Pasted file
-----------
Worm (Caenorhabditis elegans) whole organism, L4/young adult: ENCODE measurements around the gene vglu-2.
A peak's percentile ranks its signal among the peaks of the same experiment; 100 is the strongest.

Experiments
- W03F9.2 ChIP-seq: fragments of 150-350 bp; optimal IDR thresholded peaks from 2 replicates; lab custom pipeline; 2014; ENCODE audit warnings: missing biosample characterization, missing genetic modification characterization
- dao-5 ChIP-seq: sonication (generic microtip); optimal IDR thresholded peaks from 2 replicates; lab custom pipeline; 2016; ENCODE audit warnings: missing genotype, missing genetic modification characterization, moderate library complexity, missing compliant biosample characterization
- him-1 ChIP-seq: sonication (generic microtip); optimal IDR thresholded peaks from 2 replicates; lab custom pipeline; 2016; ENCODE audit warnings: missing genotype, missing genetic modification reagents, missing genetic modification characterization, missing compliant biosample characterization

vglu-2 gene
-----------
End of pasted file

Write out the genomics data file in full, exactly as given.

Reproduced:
Worm (Caenorhabditis elegans) whole organism, L4/young adult: ENCODE measurements around the gene vglu-2.
A peak's percentile ranks its signal among the peaks of the same experiment; 100 is the strongest.

Experiments
- W03F9.2 ChIP-seq: fragments of 150-350 bp; optimal IDR thresholded peaks from 2 replicates; lab custom pipeline; 2014; ENCODE audit warnings: missing biosample characterization, missing genetic modification characterization
- dao-5 ChIP-seq: sonication (generic microtip); optimal IDR thresholded peaks from 2 replicates; lab custom pipeline; 2016; ENCODE audit warnings: missing genotype, missing genetic modification characterization, moderate library complexity, missing compliant biosample characterization
- him-1 ChIP-seq: sonication (generic microtip); optimal IDR thresholded peaks from 2 replicates; lab custom pipeline; 2016; ENCODE audit warnings: missing genotype, missing genetic modification reagents, missing genetic modification characterization, missing compliant biosample characterization

vglu-2 gene